Have you wondered whether to try acupuncture? It’s not such a strange thought. A survey recently published showed an increasing acceptance and use of acupuncture for treatment and health promotion.
The study is based on results of the 2007 National Health Interview Survey, a series of questionnaires prepared and collected by the U.S. Census Bureau. For over 50 years, the survey has monitored the health of the nation and tracked health status and health care access. The analysis, published in the journal Evidence-Based Complementary and Alternative Medicine, looked at utilization rates, reasons for using acupuncture, and demographics. The researchers found that between 2002 and 2007 there was a significant increase in the number of patients using acupuncture.
Overall, the study found that six percent of Americans are using or have used acupuncture as part of their health care — over 14 million users, up from 8 million in 2002. The growth is impressive, considering that less than one percent of the population reported trying acupuncture in the past two decades. Acupuncture has traditionally been used as a complementary or alternative treatment, however, this report demonstrated that a growing population of people are using acupuncture to promote their general health.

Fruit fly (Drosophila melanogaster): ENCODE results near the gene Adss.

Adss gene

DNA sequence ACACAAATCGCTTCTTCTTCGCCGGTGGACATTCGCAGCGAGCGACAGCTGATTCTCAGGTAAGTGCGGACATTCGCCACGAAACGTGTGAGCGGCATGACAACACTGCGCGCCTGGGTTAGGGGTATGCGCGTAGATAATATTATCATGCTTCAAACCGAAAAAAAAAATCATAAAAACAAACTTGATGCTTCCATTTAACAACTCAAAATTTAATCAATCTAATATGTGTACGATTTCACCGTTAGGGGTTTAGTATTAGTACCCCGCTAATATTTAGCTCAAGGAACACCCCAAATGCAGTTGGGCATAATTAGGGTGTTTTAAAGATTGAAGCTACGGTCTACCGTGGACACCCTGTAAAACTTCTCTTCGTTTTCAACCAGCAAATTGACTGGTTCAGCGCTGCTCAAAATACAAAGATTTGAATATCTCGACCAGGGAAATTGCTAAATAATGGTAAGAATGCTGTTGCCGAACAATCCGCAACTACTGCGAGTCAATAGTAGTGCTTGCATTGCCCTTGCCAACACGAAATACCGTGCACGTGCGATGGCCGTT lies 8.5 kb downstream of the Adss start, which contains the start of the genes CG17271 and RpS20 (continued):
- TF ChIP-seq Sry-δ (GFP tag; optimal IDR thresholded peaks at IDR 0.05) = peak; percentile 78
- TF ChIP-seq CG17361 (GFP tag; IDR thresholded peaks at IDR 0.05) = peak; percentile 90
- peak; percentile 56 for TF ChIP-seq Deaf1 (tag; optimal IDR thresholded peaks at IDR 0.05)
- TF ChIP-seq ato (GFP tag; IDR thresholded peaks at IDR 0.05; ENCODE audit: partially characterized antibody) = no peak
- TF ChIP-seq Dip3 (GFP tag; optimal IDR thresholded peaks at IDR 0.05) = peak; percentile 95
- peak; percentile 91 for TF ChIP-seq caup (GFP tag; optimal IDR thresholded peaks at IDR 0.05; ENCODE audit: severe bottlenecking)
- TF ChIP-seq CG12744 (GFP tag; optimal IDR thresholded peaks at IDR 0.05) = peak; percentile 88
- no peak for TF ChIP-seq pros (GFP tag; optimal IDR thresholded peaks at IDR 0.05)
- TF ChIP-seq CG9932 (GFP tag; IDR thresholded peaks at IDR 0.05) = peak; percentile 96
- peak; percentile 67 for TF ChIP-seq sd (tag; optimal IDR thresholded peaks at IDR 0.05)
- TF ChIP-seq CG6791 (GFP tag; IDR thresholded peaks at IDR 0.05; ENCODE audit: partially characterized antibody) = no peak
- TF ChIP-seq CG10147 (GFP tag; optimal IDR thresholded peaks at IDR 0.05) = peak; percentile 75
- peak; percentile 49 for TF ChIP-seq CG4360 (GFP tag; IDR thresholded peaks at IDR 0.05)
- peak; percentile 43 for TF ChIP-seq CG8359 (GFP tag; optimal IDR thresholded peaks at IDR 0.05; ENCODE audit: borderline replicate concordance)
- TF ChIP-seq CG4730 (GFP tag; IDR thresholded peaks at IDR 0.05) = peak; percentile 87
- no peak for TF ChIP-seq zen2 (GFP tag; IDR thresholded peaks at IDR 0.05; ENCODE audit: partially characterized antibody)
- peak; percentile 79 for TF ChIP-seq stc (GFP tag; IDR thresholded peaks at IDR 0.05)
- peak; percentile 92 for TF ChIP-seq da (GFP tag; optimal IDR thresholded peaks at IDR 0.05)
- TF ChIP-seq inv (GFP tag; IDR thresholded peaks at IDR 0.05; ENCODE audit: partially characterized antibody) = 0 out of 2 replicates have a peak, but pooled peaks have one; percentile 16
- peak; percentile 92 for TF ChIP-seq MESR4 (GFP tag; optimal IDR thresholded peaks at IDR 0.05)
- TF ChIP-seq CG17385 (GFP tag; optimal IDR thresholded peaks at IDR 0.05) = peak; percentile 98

What else are people seeking acupuncture for? A special analysis of acupuncture data from an earlier National Health Interview Survey also found that pain or musculoskeletal complaints accounted for seven of the top ten conditions for which people use acupuncture. Back pain was the most common, followed by joint pain, neck pain, severe headache/migraine, and recurring pain.
The American College of Rheumatology, which is a major organization for medical professionals that treat arthritis and other musculoskeletal diseases, endorses the use of acupuncture for chronic pain.
Whether it’s for relief of stress, chronic pain or easing of symptoms from a health concern, acupuncture can help!
For more information, visit us at www.ctacupuncture.com